Last month Motor Sport highlighted how to become a photograph collector. This reminded me of a racing-car picture the origins of which remain a mystery. Many years ago I was asked to write about a Brooklands’ subject for a long-since defunct motor magazine. This I duly did. The editor then informed me that funds to pay me were unavailable, so would I accept photographs in lieu?
I had an obsession with obtaining pictures of all the Brooklands’ outer-circuit racing cars between the wars but lacked one in particular. The car in question was the Sunbeam-Napier of 1926, that had unfortunately crashed in practice with tragic results. I thought that maybe no camera had ever been aimed at it, before the sad accident wrote it off. But I decided to ask, in payment for that article, if I could have its picture. I was so certain that none was ever taken that I had quite a shock, albeit a pleasant one, when a few posts later a fine photograph of it arrived.
It was obviously of the right racing car, as the Paddock bay behind it was so labelled. It was a fine portrait, with no other cars and only one person in sight. The mystery being who took it, and who indexed the film (or glass-plate negative), as I knew the editor who had sent it to me was too young to have been at Brooklands at the relevant time and that neither he, nor I, had any idea what the car would look like. The calm scene in which the ill-fated motor car had been photographed suggests a non-race day, as if the camera-man had gone about, like a Brighton-beach freelance, snapping the cars and selling their likenesses to their owners. Yet I never saw this happen at busy Brooklands, where most Paddock pictures had backgrounds of admirers surrounding successful and famous cars. So who took this obscure Sunbeam-Napier? I used its picture in my book about the aero-engined giants that were once an exciting aspect of the Weybridge scene without knowing the photographer’s name or how the editor who offered it to me was able to identify it.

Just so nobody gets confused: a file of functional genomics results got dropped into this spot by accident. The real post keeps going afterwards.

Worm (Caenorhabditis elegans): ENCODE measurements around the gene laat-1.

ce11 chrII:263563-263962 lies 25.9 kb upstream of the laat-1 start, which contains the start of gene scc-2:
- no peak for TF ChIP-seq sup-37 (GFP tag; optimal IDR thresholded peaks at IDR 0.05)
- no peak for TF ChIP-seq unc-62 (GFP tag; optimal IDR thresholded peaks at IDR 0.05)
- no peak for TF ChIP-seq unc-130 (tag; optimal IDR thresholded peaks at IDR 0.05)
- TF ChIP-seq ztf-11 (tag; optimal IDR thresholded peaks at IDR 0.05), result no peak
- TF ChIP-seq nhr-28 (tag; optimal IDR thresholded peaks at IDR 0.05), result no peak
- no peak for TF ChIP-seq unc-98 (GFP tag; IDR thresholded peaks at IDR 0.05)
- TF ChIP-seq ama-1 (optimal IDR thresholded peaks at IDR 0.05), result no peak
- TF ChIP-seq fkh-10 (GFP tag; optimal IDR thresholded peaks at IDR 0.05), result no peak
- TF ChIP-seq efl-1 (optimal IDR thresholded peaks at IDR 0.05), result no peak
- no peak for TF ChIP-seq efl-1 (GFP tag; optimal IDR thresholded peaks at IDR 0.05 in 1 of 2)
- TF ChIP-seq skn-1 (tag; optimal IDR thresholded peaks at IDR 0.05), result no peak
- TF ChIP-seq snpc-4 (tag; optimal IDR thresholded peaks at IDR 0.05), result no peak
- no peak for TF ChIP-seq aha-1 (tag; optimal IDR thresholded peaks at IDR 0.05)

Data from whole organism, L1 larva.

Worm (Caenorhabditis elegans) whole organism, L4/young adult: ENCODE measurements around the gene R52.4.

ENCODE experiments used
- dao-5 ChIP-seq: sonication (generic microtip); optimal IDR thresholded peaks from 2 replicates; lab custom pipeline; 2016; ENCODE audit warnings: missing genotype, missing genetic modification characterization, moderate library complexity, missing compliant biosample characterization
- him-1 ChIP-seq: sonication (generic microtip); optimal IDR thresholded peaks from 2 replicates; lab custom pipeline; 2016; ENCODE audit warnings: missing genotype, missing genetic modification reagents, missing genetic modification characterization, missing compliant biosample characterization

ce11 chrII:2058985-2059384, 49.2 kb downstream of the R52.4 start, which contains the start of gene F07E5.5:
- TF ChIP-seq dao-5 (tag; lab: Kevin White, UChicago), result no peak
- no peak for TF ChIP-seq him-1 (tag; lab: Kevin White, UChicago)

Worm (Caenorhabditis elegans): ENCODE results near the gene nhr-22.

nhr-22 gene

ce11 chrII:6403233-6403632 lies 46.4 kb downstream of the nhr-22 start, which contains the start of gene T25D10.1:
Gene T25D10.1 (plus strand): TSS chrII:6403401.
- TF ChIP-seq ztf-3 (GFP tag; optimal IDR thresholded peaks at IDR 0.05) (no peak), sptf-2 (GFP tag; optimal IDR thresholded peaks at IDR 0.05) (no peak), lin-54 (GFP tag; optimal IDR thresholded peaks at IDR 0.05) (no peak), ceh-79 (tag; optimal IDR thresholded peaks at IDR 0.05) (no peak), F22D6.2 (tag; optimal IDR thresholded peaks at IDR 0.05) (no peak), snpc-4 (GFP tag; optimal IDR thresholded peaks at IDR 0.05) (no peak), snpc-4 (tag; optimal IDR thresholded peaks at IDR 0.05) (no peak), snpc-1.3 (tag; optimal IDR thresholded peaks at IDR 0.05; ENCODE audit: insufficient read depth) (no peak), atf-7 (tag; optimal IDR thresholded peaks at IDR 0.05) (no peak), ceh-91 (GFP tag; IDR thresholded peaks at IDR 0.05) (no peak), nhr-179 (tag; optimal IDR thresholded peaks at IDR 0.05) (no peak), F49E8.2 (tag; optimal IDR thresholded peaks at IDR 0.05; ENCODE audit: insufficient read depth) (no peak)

Incidentally, writing of photographers, those who work at motor races are brave fellows. One of the more foolish is depicted here! The barrel was a marker at the Fork turn of the Brooklands’ Mountain circuit, so very much in the path of an out-of-control or under-steering competing car. The BARC was not amused! It was very strict and in this case complained to the stupid cameraman’s newspaper, implying no more passes, unless their staff possessed a modicum of common sense…